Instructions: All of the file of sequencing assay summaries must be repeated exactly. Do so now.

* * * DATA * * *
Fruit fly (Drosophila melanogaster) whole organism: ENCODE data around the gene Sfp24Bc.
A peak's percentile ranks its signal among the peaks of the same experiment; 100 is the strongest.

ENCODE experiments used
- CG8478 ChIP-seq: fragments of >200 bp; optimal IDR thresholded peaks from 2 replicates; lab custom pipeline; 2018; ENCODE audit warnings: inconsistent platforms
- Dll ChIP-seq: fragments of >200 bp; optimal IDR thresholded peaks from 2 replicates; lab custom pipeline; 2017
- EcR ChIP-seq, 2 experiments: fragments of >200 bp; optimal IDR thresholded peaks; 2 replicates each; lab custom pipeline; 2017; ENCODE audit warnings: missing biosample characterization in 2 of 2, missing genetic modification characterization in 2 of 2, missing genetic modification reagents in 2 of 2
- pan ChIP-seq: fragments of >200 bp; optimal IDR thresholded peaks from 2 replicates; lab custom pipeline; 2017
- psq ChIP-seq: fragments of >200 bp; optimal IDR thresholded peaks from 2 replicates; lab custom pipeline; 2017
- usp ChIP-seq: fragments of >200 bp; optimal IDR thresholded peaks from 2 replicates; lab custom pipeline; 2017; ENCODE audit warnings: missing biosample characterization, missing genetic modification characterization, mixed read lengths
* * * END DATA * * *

Fruit fly (Drosophila melanogaster) whole organism: ENCODE data around the gene Sfp24Bc.
A peak's percentile ranks its signal among the peaks of the same experiment; 100 is the strongest.

ENCODE experiments used
- CG8478 ChIP-seq: fragments of >200 bp; optimal IDR thresholded peaks from 2 replicates; lab custom pipeline; 2018; ENCODE audit warnings: inconsistent platforms
- Dll ChIP-seq: fragments of >200 bp; optimal IDR thresholded peaks from 2 replicates; lab custom pipeline; 2017
- EcR ChIP-seq, 2 experiments: fragments of >200 bp; optimal IDR thresholded peaks; 2 replicates each; lab custom pipeline; 2017; ENCODE audit warnings: missing biosample characterization in 2 of 2, missing genetic modification characterization in 2 of 2, missing genetic modification reagents in 2 of 2
- pan ChIP-seq: fragments of >200 bp; optimal IDR thresholded peaks from 2 replicates; lab custom pipeline; 2017
- psq ChIP-seq: fragments of >200 bp; optimal IDR thresholded peaks from 2 replicates; lab custom pipeline; 2017
- usp ChIP-seq: fragments of >200 bp; optimal IDR thresholded peaks from 2 replicates; lab custom pipeline; 2017; ENCODE audit warnings: missing biosample characterization, missing genetic modification characterization, mixed read lengths